In order to facilitate and encourage disclosure, and to ensure a consistent approach to all cases, we have decided not to carry out in-depth checking of disclosures where the disclosure matches existing Revenue information and the general profile for the industry sector concerned. We have also decided that the penalty rates set out in the preceding paragraph will apply subject to exceptional circumstances. Where exceptional circumstances are claimed, a special case will need to be formally made to the Revenue caseworker, who will make a recommendation for decision at Assistant Secretary level.

The definition of “qualifying disclosure” is contained in Section 2.7 of the Code of Practice for Revenue Audit. Naturally, we will take a reasonable approach to the level of detail required, but all significant matters must be included, and payment or an acceptable proposal for payment is also required. If we accept a disclosure and the accompanying payment, we will also accept that the taxes and periods covered are those relevant, and will not look at earlier periods. If however, there are firm reasons to believe that the disclosure is significantly deficient, we retain the right to audit any and all relevant years and taxes.

In the normal course, where an audit is required, it will cover the four complete years preceding the date of issue of the notice of audit. Extension to other years will, as in all audits, depend on the circumstances of the case, but will be unusual. Likewise, there is a possibility of prosecution where audit shows a blatant breach of legal provisions but this will, we hope, be rare.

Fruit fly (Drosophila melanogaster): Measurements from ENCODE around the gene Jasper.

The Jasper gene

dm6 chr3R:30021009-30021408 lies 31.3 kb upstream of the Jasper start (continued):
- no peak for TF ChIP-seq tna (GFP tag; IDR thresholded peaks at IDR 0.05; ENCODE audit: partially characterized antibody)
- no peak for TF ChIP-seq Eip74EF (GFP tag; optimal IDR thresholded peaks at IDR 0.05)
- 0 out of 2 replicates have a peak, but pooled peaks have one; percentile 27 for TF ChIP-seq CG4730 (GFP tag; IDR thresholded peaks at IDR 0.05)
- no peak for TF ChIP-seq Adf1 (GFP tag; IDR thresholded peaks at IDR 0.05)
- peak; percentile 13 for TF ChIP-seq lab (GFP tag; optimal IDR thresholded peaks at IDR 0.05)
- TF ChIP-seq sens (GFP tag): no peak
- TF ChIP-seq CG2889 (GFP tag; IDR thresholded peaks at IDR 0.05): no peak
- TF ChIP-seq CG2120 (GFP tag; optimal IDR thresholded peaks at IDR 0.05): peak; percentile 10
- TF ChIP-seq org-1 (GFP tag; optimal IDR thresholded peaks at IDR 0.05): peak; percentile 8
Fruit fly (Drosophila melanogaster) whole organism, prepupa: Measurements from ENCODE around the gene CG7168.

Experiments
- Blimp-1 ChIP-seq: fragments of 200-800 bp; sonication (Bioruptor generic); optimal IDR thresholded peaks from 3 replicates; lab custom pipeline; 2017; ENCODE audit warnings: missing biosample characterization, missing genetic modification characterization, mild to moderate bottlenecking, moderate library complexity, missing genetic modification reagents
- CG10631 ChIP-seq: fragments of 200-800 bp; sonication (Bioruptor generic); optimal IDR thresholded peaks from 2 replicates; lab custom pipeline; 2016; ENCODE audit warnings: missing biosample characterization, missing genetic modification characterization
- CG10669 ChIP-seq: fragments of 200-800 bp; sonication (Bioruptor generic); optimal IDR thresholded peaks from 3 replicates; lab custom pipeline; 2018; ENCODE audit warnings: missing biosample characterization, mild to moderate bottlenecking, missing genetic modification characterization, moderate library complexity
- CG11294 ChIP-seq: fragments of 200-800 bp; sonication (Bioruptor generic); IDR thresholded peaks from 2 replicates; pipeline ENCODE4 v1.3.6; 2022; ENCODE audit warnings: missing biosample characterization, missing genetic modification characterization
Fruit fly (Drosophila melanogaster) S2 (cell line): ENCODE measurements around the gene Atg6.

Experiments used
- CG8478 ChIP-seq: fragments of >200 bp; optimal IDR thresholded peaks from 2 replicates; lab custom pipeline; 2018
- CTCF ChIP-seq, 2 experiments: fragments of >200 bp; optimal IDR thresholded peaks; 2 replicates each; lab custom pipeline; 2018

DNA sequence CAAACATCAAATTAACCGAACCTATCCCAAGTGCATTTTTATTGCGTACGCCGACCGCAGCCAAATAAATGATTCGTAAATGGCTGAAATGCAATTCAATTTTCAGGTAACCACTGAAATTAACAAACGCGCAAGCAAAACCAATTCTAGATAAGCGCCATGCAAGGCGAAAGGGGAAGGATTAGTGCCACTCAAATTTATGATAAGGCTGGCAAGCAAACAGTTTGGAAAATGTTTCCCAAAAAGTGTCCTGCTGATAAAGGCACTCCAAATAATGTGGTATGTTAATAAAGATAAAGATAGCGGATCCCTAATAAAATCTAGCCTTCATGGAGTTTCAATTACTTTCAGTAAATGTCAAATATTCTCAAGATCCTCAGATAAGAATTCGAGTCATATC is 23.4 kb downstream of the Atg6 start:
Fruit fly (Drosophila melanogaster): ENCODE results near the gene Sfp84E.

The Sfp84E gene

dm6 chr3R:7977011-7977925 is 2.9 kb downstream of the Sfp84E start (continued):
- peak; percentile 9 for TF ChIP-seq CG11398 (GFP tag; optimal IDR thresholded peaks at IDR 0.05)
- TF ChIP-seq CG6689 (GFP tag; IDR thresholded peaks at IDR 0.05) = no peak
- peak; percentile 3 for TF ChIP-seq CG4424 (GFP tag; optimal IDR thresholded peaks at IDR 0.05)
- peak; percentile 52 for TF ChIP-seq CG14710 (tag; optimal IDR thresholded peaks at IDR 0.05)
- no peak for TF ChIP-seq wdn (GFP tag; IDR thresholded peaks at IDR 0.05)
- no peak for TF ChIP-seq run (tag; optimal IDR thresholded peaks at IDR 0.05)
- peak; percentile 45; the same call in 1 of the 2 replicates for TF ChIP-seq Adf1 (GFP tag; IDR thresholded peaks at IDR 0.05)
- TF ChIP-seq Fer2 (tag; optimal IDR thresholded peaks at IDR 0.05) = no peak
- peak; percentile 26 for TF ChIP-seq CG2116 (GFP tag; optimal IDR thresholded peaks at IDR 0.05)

Changing taxpayer behaviour is a very important consideration in all compliance initiatives, and this is no exception. At the moment, we are not expressing an opinion on whether the arrangements we encounter are valid, that is, whether the company directors should more properly be regarded as direct employees of the entity awarding the contract. This question is being reviewed and may be adressed in the future. For the moment, our concern is that in many cases too small a proportion of the gross contract payment is reported as liable to tax in the hands of the contractor. Into the future, this will continue to be the subject of frequent checking, and will be a factor in risk-based selection for audit.

I hope the foregoing makes our position clear, and I look forward to the co-operation of your members in assuring correct and tax-compliant behaviour in this large and growing area.

Yours Sincerely

Anthony Buckley

Assistant Secretary South West Region”


Have you received your 2012 P60 yet?

January 25, 2013

If you are working in paid employment, you should, around now, be receiving your 2012 P60 Certificate.

Your P60 is a Certificate of your annual Pay, and PAYE Tax, PRSI & USC deductions, for the past calendar year.  Your employer is legally obliged to issue you with your 2012 P60 by 15 February next,  but you may well have already received it recently.

Form P60 Certificate Pay, Tax, PRSI, USC

Your P60 is a very important document and it is essential that you keep it in a safe place.

 You will need your P60:

  • if you are completing a tax return, or making a tax refund claim for 2012.  Revenue may sometimes also require you to forward your P60 to them in order to verify your tax return or claim.
  • if you are making an application for a mortgage or loan, to a bank, credit union or building society.
  • as proof of your income if you  are claiming certain benefits from the Dept of Social Protection.
  • for a variety of other State benefits, eg SUSI Third Level Grants.